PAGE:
The Stanford Chronic Care Management System

Government

Information for Government Agencies

Government agencies such as the Centers for Medicare and Medicaid Services (CMMS) are actively seeking out innovative programs that reduce the costs of care while maintaining the quality of care. Indeed, during the past 5 years, CMMS has sponsored clinical trials of innovations such as care management that were designed to achieve this goal. However, the results of these trials were decidedly mixed and there is no consensus on how to proceed in the future.

The Stanford Chronic Care Management System is one of the most highly leveraged initiatives yet proposed to address the costs of managing chronic medical conditions. SCCMS provides the considerable advantage of first contact with patients, even before 911 and other treatment alternatives are considered. SCCMS enables tailoring of the medical response to the needs of individual patients who initiate telephone contact with the program.

Pilot studies demonstrate that prompt telephone triage substantially reduces the frequency of ER visits and hospitalizations in patients with known coronary artery disease, substantially reducing overall system costs.

It is commonly perceived that major changes in healthcare delivery require many years of study, including randomized clinical trials involving many thousands of patients and costing many millions of dollars. Even when the efficacy of innovations is established, many additional years are often required for the innovation to take hold in treatment practice.

SCCMS is different for the following reasons:

  1. The scientific basis of SCCMS, including methods for evaluating prognosis, is already well established.
  2. The elements of the telephone triage system linking patients with SCCMS staff and the database used as the repository of clinical data in SCCMS, are already established.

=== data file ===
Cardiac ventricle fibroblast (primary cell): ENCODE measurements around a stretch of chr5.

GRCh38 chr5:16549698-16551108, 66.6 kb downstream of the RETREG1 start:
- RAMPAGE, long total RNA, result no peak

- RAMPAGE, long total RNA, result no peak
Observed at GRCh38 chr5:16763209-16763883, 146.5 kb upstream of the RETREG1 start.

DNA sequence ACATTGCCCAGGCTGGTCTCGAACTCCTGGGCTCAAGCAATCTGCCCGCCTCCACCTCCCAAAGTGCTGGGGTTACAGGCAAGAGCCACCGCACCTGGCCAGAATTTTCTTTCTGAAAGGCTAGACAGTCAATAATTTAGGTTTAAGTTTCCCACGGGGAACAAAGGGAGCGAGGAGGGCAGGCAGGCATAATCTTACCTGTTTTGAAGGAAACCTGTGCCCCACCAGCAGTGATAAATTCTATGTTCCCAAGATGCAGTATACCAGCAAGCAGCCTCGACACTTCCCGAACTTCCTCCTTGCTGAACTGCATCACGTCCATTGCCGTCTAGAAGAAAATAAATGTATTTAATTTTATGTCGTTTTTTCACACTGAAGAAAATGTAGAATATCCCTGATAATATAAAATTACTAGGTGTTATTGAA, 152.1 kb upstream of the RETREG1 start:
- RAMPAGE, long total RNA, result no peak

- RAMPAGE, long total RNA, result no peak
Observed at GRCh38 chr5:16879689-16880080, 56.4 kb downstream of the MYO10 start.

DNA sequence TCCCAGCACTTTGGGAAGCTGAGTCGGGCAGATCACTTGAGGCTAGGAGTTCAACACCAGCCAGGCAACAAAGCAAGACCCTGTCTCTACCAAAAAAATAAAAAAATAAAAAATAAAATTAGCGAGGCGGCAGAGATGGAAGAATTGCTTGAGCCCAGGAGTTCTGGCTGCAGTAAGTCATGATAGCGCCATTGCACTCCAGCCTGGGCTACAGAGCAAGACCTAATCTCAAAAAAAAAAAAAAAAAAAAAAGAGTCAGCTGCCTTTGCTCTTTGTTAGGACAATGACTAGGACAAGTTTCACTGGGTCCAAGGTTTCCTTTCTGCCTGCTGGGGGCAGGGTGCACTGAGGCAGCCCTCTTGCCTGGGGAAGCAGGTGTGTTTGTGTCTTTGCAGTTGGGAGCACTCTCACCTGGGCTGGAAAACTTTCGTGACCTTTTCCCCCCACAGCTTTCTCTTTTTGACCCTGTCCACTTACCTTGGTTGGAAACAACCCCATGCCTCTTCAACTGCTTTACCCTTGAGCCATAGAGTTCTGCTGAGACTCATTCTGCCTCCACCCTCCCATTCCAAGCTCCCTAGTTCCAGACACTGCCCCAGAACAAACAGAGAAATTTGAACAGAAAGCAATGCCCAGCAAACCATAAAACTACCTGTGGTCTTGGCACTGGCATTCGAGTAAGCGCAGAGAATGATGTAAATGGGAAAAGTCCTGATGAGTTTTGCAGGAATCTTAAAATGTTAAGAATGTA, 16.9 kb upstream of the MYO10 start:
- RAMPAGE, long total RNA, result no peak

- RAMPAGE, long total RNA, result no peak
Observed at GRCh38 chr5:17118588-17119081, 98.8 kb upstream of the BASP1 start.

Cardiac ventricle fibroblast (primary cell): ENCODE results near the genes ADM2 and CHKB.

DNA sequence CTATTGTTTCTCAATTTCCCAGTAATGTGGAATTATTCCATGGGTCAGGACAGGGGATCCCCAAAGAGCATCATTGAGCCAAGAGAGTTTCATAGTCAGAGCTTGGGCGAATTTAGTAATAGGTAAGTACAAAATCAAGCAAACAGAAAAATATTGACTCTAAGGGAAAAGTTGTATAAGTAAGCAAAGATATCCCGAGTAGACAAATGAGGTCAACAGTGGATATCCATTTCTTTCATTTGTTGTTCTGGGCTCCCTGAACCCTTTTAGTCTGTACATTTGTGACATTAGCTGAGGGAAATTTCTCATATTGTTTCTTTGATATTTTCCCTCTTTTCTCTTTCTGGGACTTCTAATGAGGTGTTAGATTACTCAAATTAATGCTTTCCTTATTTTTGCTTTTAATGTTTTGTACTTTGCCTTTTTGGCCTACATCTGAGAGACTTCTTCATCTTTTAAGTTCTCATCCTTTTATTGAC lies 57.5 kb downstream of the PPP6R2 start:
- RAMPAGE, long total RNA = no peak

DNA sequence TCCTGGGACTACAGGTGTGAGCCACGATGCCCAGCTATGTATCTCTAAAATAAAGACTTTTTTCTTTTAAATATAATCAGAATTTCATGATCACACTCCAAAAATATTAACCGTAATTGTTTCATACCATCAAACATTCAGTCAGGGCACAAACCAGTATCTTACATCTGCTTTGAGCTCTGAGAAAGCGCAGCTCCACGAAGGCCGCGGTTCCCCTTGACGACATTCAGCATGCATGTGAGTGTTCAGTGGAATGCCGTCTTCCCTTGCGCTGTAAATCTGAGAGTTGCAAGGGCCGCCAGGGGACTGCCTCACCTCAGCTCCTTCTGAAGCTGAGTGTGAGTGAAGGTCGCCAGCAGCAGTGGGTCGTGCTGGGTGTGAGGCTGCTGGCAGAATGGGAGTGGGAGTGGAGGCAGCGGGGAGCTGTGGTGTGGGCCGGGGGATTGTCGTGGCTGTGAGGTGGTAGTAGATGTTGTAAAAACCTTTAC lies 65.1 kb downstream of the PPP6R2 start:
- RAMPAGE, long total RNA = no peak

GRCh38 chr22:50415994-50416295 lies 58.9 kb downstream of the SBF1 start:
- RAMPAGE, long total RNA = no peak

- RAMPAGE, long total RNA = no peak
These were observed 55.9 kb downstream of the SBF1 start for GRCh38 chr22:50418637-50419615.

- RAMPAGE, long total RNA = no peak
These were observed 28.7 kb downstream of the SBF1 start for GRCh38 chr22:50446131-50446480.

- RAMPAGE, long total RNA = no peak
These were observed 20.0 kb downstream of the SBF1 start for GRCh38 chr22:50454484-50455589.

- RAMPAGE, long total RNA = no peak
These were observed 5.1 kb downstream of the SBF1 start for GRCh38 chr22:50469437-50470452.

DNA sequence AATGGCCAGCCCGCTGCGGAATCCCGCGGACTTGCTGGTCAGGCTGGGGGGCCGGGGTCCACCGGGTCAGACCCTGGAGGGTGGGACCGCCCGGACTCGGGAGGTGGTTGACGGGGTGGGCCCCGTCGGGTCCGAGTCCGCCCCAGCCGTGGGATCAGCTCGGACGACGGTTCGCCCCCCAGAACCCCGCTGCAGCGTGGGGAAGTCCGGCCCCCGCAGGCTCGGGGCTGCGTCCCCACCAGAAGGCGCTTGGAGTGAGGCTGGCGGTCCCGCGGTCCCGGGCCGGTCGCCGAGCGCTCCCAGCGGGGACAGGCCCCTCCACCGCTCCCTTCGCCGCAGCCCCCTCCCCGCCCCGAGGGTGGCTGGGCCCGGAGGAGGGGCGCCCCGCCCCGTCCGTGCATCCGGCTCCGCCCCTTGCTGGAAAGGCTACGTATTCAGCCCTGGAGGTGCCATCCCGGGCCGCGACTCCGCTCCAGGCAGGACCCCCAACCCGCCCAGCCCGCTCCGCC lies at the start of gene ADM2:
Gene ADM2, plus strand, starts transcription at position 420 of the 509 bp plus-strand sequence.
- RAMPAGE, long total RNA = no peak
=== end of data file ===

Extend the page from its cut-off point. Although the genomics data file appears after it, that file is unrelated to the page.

3. The facilities that SCCMS relies on for the delivery of clinical care, including the outpatient clinic, the Urgent Care clinic and the ER, already exist.
  4. The only remaining objective required to foster nationwide implementation of SCCMS is the demonstration of the safety of SCCMS and the satisfaction of patients and physicians with SCCMS.

Achieving these benchmarks is now the focus at Stanford. We are conducting clinical research with a variety of collaborators in the healthcare field.

How many patients monitored with SCCMS would be required to assure nationwide dissemination of this system? Between several hundred and several thousand.

Depending on the number of collaborators involved, this level of experience could be obtained within 12 months. It would not be necessary to randomize patients, since the elements of the present system of healthcare delivery have been unchanged for many years. It would be necessary only to match patients receiving SCCMS with those treated under the present system in previous years.

Nearly 15 million Americans have coronary artery disease, and nearly two-thirds of them are 65 or older. All are potential users of SCCMS.

This system could dramatically restructure the care of these patients by shifting the emphasis of care from the ER and hospital to the Urgent Care clinic and the outpatient clinic, resulting in huge savings.

In addition, SCCMS will help to coordinate the follow up care of patients initiating contact with SCCMS, assuring that patients receive optimal doses of recommended pharmacotherapy, and undergo needed tests to direct their future use of revascularization procedures. For example, the “open artery” hypothesis, which held that patients with established coronary artery disease would benefit from opening up previously occluded coronary arteries, even in asymptomatic individuals, was disproven by a major randomized clinical trial. This expands the potential of systematic and meticulous pharmacotherapy to favorably alter the prognosis and functional status of patients with coronary artery disease.